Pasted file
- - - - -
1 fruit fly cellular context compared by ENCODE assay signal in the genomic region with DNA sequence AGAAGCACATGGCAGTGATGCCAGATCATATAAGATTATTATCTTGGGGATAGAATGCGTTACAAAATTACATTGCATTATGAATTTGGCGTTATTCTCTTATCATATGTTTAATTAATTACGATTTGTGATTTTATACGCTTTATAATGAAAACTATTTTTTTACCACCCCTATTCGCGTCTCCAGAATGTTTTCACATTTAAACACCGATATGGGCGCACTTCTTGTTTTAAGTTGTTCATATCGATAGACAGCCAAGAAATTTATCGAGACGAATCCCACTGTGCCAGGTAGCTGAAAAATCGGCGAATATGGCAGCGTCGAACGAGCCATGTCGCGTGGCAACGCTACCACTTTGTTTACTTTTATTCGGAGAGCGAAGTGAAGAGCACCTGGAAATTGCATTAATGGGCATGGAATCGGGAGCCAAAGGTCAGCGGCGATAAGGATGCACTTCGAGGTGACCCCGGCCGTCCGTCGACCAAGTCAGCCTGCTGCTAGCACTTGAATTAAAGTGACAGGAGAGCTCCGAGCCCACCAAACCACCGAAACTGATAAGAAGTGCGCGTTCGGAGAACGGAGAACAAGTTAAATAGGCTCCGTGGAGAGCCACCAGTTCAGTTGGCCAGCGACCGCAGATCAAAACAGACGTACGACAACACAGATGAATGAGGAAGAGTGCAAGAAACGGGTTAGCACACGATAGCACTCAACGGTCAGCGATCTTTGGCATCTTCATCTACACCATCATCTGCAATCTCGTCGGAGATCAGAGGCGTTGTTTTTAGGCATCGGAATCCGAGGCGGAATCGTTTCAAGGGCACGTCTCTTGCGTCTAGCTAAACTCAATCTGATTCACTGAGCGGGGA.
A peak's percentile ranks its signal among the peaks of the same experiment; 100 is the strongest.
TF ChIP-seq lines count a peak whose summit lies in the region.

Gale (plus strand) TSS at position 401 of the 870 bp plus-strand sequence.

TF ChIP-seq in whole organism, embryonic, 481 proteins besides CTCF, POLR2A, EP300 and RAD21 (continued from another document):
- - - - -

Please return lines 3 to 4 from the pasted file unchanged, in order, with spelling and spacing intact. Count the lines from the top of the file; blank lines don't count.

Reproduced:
TF ChIP-seq lines count a peak whose summit lies in the region.

Gale (plus strand) TSS at position 401 of the 870 bp plus-strand sequence.